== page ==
Memorial on Global Stage
By Martha Moody Jacobs
Special To The Dayton Jewish Observer
Ten years ago, the assassination of Yitzhak Rabin brought Dayton Peace Accords figures to Temple Israel
On Sunday, Nov. 5, 1995, the Dayton Jewish community played an unexpected role in the struggle for world peace.
At that time, Dayton and Wright-Patterson Air Force Base were on the international stage, hosting the negotiators who would hammer out the political divisions and government structure of Bosnia and Herzegovina, parts of the former Yugoslavia that were immersed in brutal ethnic fighting.
The Croatian, Serbian, and Bosnian presidents and their negotiating teams were here, as were American negotiators led by Richard Holbrooke.
On day four of the negotiations, Israeli Prime Minister Yitzhak Rabin was shot and killed at a peace rally in Tel Aviv.
Don Cohen, then director of Dayton’s Jewish Community Relations Council, was phoned Saturday afternoon by a local newspaper religion writer with news of Rabin’s death.
In short order, the JCRC decided to hold a memorial service the following evening at Temple Israel.
Plans for the service were announced at a Saturday evening press conference.
Cohen recalls sitting at the Federation until 3 a.m. Sunday morning, working on the service and digesting the news.
Early reports confirmed that Rabin’s assassin was an Israeli Jew. Yigal Amir later claimed he killed Rabin to halt Israel’s peace process with the Arabs.
During the meeting to plan Dayton’s memorial service, the group discussed what Rabbi Mark Glickman calls the “weird convergence of events” that brought peace negotiators to Dayton at the time of Rabin’s murder. They decided to invite the negotiators to the service.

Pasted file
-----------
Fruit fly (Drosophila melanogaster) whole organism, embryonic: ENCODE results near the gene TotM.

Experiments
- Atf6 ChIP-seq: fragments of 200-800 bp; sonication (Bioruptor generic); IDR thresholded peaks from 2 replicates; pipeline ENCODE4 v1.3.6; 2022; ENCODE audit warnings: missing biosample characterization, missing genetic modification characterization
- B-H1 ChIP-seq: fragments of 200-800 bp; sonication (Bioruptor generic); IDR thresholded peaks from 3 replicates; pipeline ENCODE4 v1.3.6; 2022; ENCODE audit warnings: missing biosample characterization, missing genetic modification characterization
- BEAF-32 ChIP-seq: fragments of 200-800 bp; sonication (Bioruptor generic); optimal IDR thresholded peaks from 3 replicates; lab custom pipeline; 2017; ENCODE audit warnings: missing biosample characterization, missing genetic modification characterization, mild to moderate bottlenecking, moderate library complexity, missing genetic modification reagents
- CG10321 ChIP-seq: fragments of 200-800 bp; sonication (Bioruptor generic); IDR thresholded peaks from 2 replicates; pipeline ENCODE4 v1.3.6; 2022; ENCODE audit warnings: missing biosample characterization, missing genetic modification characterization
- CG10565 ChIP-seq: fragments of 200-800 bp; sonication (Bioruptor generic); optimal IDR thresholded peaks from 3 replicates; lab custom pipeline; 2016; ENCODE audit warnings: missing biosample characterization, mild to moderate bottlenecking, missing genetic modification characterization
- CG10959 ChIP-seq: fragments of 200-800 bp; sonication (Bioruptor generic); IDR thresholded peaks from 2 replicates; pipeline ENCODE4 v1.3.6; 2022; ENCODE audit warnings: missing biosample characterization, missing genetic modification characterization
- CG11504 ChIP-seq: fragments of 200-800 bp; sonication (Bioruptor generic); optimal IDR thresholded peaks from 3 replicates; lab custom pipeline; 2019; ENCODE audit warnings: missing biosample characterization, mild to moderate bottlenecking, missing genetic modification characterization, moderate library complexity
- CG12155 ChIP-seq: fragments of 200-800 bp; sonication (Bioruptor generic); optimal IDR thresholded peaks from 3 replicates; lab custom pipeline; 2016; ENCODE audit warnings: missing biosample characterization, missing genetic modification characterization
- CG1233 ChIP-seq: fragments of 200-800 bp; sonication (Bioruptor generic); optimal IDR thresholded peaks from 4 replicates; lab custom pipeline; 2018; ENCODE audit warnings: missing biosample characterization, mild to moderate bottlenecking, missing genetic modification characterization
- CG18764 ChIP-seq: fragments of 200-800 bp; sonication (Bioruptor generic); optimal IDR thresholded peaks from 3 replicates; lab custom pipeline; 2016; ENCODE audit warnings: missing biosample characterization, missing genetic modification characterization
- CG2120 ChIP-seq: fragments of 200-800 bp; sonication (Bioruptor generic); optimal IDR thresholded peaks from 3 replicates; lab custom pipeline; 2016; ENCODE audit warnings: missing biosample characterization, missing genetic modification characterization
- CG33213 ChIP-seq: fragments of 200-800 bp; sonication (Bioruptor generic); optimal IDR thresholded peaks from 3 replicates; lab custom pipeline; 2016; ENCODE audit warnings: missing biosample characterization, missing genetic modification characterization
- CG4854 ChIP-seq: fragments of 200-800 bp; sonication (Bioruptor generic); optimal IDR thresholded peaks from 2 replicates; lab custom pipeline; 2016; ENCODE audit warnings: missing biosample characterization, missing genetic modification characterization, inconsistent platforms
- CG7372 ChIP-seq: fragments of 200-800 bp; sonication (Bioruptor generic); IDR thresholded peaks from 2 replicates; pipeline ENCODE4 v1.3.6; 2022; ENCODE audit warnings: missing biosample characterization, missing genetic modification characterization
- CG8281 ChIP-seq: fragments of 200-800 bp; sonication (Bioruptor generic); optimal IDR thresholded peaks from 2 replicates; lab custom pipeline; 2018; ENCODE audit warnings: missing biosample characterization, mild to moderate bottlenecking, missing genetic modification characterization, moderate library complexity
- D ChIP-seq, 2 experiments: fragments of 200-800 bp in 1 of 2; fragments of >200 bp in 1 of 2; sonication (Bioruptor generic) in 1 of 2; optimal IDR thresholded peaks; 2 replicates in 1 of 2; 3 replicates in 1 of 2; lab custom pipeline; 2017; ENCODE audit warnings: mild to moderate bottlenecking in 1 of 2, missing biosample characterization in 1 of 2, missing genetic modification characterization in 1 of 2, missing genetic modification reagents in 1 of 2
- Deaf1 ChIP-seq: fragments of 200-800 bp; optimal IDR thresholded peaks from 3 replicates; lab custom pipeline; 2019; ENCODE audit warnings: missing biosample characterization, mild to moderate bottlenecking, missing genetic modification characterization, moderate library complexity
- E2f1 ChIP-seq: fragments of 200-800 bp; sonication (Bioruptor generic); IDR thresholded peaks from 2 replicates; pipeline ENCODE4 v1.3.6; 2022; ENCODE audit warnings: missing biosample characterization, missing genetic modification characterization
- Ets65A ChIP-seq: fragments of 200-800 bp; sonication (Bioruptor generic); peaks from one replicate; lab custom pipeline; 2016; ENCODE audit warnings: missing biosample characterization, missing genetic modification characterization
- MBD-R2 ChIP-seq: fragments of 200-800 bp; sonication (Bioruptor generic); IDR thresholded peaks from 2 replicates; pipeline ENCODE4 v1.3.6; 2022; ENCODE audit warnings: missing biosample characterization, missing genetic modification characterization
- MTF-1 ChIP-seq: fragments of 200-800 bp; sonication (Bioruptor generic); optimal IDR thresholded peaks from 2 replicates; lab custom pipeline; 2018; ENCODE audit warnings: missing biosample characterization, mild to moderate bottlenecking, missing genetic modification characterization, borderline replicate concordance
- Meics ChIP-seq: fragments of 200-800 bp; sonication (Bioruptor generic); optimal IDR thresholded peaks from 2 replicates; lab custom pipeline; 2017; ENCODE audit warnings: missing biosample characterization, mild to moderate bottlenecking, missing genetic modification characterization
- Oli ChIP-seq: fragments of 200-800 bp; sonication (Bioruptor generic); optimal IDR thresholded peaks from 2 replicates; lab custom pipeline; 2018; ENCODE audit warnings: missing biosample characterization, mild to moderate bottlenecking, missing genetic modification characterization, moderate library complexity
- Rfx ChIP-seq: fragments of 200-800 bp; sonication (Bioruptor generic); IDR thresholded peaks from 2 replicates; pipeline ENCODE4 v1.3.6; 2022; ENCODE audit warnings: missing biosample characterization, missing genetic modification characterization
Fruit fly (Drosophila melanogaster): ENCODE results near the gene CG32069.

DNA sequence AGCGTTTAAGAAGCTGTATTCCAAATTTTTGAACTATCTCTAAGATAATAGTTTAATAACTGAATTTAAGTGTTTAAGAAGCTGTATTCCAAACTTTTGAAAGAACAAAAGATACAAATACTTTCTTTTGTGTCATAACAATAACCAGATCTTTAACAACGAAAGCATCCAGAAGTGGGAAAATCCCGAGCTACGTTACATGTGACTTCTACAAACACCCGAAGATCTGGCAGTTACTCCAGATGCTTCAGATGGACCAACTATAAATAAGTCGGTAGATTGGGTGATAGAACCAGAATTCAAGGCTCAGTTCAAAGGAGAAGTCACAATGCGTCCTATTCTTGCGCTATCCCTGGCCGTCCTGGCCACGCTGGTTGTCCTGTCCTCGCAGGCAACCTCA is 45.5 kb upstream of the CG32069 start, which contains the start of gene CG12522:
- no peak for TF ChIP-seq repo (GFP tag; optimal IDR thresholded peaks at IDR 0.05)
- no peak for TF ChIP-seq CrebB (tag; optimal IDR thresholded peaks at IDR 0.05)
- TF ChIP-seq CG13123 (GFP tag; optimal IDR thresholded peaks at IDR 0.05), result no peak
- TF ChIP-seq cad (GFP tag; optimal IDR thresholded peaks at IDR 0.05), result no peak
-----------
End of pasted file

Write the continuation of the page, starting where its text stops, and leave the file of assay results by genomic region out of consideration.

“I phoned Wright-Patt and said I’d like to speak to the negotiators,” Glickman, then associate rabbi at Temple Israel, remembers.
Glickman asked for the American delegation and was put through. He talked to a young aide. Several hours later, he heard that representatives were coming.
“The number two guys came,” Glickman says. Richard Holbrooke sent then Lt. Gen. Wesley Clark.
The Croatians sent their ambassador to the UN and their military attaché.
The Bosnians sent their ambassador-at-large and their ambassador to the United States, Sven Alkalhaj, a Jew from Sarajevo who wore a yarmulka during the service.
The Serbian president, Slobodan Milosevic, now on trial for war crimes, did not attend, but was represented by Yugoslavia’s deputy foreign minister.
People lined the walls and clustered at the back door of Temple Israel’s sanctuary. “It filled a need to gather and express feelings,” says Rabbi P. Irving Bloom, now rabbi emeritus of Temple Israel.
The negotiators arrived just before the service and sat in front.
Security people came with them, Temple Israel’s then-Executive Director Bruce Rickenbach recalls, but no one was stopped or searched.
Jewish, Catholic, Protestant, and Muslim leaders participated on the program.
Clark was among the speakers. He said Rabin had once told him the most important quality for a soldier was persistence.
“Clark talked about how Rabin extended himself for peace. It was like he was tweaking the negotiators,” Cohen recalls.
A book filled with signatures and messages from the participants was later sent to Rabin’s widow, Cohen says.
Glickman, who now serves Congregation Kol Shalom on Bainbridge Island, Wash., wasn’t at the service. “I had a prior commitment of a field trip or something,” he says, laughing ruefully. “I was young.”
Rickenbach also didn’t make it to the service. He was outside in the parking lot, directing traffic. Only later did he think about the import of the event.
“Richard Holbrooke said that all these little pieces had to fall into place for the negotiators to make a treaty,” Glickman muses. “It was an opportunity for us in the Jewish community to be part of history.”